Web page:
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willong

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It sounds like almost a fantasy or bottle hunters dream but take my word for it, it happened exactly that way and probably never again. I have the pictures to prove it. The site is under water now, too bad....
It's experiences like yours that occasionally make me envious of Easterners!
 

jwpevahouse

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It's experiences like yours that occasionally make me envious of Easterners!
My brother, a long time bottle collector/digger, lives in Memphis. It's a completely different ball game in the south. He's envious of the quantity and quality of collectible bottles found in this area. I live 50 miles from New York City and the same distance from Philadelphia, 35 miles south of Newark and about 40 miles from Camden all which were densely populated and prosperous cities during mid Victorian times. That doesn't count being only about 10 miles from Trenton and the Delaware River, 35 miles from the NJ coast. Add all that up and it spells large urban population producing enormous amounts of garbage from Colonial times up to the present. We are along the main railroad line between Philadelphia and NYC one of the busiest arteries of commerce in the US. If ya can't find lots of old bottles here, then ya can't find bottles.
 

bottles_inc

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Here's a few more pictures, Dan and cannon ball, Trenton sodas, fancy pontil bottle, dan digging Morton, Trenton soda, Dan with a days finds, R. Elliott green soda Trenton. GA Kohl pontil green lager beer, PA, We found several Elliott and Morton bottles from Trenton dating to 1860s-70s, several Albert McNamee Hutchinson bottles Plainsboro, NJ, and an assortment of other bottles mostly dating before 1890. Every day revealed some good finds and a lot of bottles in general.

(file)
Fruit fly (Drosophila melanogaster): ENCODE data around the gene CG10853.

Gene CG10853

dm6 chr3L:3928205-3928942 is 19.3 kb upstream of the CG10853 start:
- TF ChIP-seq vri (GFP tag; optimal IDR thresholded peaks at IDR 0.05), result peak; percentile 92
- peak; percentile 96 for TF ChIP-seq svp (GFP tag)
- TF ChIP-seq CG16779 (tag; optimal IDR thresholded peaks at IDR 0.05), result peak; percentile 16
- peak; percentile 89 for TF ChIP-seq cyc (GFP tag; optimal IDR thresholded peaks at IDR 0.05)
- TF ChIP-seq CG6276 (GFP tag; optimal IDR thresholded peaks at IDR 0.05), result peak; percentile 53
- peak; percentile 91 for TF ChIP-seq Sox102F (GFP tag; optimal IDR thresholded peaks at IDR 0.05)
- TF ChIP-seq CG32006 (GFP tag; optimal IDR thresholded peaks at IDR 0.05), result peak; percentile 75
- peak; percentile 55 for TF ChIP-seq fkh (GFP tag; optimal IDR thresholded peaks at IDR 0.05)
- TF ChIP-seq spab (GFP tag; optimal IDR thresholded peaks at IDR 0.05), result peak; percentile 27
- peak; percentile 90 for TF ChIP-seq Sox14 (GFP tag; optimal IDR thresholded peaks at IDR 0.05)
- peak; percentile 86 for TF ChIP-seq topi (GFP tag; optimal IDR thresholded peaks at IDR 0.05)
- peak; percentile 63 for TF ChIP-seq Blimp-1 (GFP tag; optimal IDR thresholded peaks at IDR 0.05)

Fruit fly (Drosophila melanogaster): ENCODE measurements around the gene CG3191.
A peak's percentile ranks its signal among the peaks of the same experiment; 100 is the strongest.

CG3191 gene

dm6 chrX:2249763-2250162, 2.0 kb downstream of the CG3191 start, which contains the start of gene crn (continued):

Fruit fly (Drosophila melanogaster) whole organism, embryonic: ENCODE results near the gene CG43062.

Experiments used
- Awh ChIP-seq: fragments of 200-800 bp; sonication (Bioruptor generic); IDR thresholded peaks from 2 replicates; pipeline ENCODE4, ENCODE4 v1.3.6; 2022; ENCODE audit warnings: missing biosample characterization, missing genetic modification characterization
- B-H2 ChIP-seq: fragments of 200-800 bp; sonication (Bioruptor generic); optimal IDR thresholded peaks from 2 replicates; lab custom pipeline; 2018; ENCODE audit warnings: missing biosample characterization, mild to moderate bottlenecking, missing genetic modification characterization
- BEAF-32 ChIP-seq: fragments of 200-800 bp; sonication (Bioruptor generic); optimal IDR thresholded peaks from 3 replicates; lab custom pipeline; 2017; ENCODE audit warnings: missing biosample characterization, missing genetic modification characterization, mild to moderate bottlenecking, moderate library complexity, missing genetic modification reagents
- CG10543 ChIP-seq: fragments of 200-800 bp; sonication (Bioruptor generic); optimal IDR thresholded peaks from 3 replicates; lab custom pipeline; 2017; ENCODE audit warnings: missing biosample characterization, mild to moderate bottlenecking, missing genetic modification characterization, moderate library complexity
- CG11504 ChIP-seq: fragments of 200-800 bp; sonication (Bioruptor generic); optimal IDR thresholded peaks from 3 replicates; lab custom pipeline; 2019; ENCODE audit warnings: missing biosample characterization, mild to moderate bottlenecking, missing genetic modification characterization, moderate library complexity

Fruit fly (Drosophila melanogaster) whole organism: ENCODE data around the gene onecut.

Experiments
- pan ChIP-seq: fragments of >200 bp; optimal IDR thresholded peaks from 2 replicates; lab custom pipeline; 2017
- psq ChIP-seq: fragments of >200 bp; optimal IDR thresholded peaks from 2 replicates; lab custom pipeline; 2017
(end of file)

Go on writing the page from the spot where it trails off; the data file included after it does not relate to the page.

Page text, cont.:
didnt notice until now, I have one of the robinsons from the 2nd pic. its a cool bottle. love any bottle with an x or two on it
20210606_203058.jpg

20210606_203106.jpg
 

Wildcat wrangler

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A local dig during March proved to be in many ways the most unusual digging experience of a 40 year career mining for old glass. The site was right in town along Main Street, easily accessible. Construction of a retaining wall opened up an area long the old mill pond usually flooded. The dirt was easy to dig, clay mixed with humus. The dampness of the soil preserved everything from wood, to leather to cloth and generally the bottles came out clean. The age in some areas ranged from that ideal period of 1850s to 1870s. Glass was plentiful, bottles came out in many cases extra clean. There were numerous local colored sodas and of course a good assortment of patent medicine bottles, inks and a few pontil utilitarian bottles.
Best of all, the construction company employees were tolerant of our presence. They were kind enough to help with their earth moving equipment uncovering areas of the bank. The adjacent land owners were friendly and interested in what we were doing.
The 1850s green soda (Battelle and Taylor) pictured I found sticking out of a big pile of dirt. The photo of bottles is only one days finds. The pepper sauce bottle with contents could probably still be used. The shoes couldn't be worn but for 1870s shoes dug up they are amazingly well preserved. A lot of shoes came out of that dump. A map from 1872 shows a shoe shop about two blocks away.
Besides lots of bottles and other interesting stuff.a Civil War era cannon ball in good condition was found the first week.
It sounds like almost a fantasy or bottle hunters dream but take my word for it, it happened exactly that way and probably never again. I have the pictures to prove it. The site is under water now, too bad....

Wow! How cool is that, anyway? What’s amazing to me is that after putting a retaining wall up, right there- is that it’s even still there. I would think digging around that for footings that someone didn’t notice and dig that baby up! That’s a way cool dig!


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